Posts Tagged ‘Mosque’

Since it was unblocked in 2011, Facebook in Burma has become a platform for sectarian hate speech and propaganda

Since June 2012, when violence broke out between Rohingya and Buddhists in RakhineState, Facebook has become a platform where propagandists mislead social network users in Burma on what seems like a daily basis. There is increasing concern about the number of Burmese Internet users misusing their newfound access to social media. In reality, social networking is not that new to Burmese Internet users, but using it for online propaganda is.

Despite low penetration and strict control of the Internet, active debate on all major religions on Burmese forums did exist for a number of years prior to 2012, with little evidence of animosities spilling into the offline world. Although the country was closed in many ways, people seemed to be more open-minded. Burmese Internet users were allowed access to Facebook in September 2011. However, it is not the only root cause of hate speech and online propaganda since Burmese Facebook users seemed calm until the Rohingya issue emerged in mid-2012.

This falsified image appeared on a Burmese Facebook page alleging killings by Burmese monks. It actually shows Tibetan monks helping out after the 2010 earthquake in China. Pic: Facebook.Since then, fabricated news and falsified images have come from several Facebook accounts with unknown identities. Buddhists portray Muslims as extremists and terrorists while Muslims say Buddhists as racists. Hoaxes are everywhere. Monks from Tibet helping out after a disaster became Buddhist monks killing Rohingya. Infants from orphanages were falsely portrayed as Burmese children displaced by Rohingya rioters.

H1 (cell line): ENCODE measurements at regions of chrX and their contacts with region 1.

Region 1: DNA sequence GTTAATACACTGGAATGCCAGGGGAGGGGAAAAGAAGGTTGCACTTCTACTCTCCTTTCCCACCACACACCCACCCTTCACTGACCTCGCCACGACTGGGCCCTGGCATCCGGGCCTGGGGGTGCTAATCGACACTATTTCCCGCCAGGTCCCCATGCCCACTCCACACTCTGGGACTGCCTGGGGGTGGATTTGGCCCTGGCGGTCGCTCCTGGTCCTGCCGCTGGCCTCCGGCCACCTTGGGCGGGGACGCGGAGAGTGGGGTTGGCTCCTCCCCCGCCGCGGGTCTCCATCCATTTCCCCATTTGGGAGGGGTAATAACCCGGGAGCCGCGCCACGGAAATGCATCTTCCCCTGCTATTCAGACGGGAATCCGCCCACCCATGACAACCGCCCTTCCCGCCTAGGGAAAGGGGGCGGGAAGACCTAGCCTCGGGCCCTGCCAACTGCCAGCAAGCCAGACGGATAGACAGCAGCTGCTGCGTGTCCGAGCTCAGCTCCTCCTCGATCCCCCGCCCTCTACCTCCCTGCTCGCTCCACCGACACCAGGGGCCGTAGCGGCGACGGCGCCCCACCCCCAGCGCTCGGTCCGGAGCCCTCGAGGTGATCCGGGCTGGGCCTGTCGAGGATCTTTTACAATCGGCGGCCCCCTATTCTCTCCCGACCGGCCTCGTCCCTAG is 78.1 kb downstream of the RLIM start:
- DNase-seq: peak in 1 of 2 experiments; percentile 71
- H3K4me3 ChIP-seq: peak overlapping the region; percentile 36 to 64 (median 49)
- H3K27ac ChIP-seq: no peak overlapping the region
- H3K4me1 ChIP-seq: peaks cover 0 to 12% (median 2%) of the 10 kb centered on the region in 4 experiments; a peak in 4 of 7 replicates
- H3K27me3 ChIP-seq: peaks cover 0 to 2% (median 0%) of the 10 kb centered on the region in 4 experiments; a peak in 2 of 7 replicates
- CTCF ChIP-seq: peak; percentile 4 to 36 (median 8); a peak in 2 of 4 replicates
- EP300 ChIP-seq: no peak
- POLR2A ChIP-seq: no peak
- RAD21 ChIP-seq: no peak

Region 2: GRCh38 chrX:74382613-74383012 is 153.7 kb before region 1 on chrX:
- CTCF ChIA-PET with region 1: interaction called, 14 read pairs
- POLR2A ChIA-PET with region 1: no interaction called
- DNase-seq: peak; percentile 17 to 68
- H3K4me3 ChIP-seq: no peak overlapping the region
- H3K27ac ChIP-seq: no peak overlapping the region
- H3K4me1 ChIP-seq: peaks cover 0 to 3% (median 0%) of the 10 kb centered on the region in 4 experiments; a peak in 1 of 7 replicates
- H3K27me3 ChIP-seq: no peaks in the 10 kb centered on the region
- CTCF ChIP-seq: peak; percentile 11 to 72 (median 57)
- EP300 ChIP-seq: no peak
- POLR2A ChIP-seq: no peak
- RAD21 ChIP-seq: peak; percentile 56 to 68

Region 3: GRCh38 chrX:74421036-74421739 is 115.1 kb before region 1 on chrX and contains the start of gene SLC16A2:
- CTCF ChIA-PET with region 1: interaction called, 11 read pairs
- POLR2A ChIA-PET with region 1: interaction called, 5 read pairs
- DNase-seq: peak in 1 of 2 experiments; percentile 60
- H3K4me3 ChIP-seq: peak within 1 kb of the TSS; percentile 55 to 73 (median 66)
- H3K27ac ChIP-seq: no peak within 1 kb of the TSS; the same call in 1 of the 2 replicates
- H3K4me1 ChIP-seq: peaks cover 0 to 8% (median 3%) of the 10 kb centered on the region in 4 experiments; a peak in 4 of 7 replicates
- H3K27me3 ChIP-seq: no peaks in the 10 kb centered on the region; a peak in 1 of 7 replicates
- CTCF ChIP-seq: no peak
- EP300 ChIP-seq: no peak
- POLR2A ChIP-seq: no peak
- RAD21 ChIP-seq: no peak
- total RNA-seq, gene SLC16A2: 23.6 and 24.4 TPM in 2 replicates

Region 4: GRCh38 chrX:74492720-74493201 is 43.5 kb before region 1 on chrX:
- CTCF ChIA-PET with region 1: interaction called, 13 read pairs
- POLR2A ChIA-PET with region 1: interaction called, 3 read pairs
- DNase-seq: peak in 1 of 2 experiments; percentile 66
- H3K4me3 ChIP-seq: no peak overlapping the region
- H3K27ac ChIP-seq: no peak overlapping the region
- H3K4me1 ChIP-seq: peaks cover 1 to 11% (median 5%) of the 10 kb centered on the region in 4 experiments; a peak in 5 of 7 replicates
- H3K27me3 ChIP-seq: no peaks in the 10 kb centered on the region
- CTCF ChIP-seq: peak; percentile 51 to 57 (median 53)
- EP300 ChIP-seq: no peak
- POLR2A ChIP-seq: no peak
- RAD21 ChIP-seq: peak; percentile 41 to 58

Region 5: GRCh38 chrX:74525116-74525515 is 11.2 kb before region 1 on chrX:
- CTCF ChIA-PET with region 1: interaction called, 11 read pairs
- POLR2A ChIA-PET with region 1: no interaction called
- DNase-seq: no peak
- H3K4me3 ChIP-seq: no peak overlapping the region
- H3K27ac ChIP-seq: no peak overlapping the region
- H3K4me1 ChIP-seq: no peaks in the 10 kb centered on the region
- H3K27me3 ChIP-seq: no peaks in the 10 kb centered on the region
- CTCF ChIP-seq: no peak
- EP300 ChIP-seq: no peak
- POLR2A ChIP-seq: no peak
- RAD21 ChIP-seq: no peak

The situation intensified again recently after the Meikhtila riots. Extremist Facebook pages and accounts with thousands of followers have stoked the tensions with images and stories that cannot be verified. Images from alleged crime scenes – the dead body of a Rakhine girl reportedly raped and killed by three Muslims in June, the burnt body of a Buddhist monk allegedly killed by Muslims in Meikhtila and a video of Buddhist monk threatening to kill Muslims – are all questionable. The “unknown” sources recorded those and uploaded to Facebook, where they spread like wildfire. More interesting is that these are not images and videos likely to be captured by average members of the public, and security forces were included in some videos.

Read more on AsianCorrespondent.
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I had seriously never ever thought of going to Istanbul.  And I learnt that Istanbul is not the capital of Turkey only after receiving the ticket. What a shame!

So, it started with so called Europe’s best Turkish Airline. (I will save it for next post.) Istanbul airport was okay. I do not usually feel cold in air plane so I did not wear anything apart from a t-shirt. Once I got out of the plane, I was like “Crap, that is cold, man!” Grabbing the jacket out immediately, I walked super quit with the hope that I would feel warm faster if I could leave the airport sooner which actually made no sense.